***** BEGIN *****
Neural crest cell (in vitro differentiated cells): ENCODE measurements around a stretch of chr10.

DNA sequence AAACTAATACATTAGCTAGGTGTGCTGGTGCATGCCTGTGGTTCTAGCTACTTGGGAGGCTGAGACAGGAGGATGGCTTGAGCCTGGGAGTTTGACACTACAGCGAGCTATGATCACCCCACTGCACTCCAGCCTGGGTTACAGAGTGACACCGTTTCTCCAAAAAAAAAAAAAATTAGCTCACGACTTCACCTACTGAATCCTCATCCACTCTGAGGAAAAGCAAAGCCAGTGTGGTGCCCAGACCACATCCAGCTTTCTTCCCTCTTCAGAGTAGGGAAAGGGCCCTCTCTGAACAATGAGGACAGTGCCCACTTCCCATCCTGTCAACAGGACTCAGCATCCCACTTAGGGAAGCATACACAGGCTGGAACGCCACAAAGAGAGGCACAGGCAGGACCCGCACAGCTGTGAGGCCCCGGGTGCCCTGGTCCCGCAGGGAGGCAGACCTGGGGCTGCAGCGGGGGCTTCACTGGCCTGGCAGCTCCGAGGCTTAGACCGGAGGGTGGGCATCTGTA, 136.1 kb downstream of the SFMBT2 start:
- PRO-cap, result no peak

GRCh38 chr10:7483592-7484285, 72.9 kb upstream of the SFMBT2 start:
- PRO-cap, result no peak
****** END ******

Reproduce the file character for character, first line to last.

Neural crest cell (in vitro differentiated cells): ENCODE measurements around a stretch of chr10.

DNA sequence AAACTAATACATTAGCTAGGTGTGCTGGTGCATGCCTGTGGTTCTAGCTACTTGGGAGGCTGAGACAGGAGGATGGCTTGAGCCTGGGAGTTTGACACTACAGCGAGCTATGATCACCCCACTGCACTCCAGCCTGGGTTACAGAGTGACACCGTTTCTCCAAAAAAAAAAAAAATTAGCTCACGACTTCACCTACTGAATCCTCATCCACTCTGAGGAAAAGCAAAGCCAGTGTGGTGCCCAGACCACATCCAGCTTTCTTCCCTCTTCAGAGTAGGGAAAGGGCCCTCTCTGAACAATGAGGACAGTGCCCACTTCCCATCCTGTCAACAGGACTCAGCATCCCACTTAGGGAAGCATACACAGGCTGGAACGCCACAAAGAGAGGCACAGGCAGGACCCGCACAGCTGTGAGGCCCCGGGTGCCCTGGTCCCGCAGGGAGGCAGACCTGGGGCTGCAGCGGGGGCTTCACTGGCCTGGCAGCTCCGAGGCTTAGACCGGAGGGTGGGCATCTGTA, 136.1 kb downstream of the SFMBT2 start:
- PRO-cap, result no peak

GRCh38 chr10:7483592-7484285, 72.9 kb upstream of the SFMBT2 start:
- PRO-cap, result no peak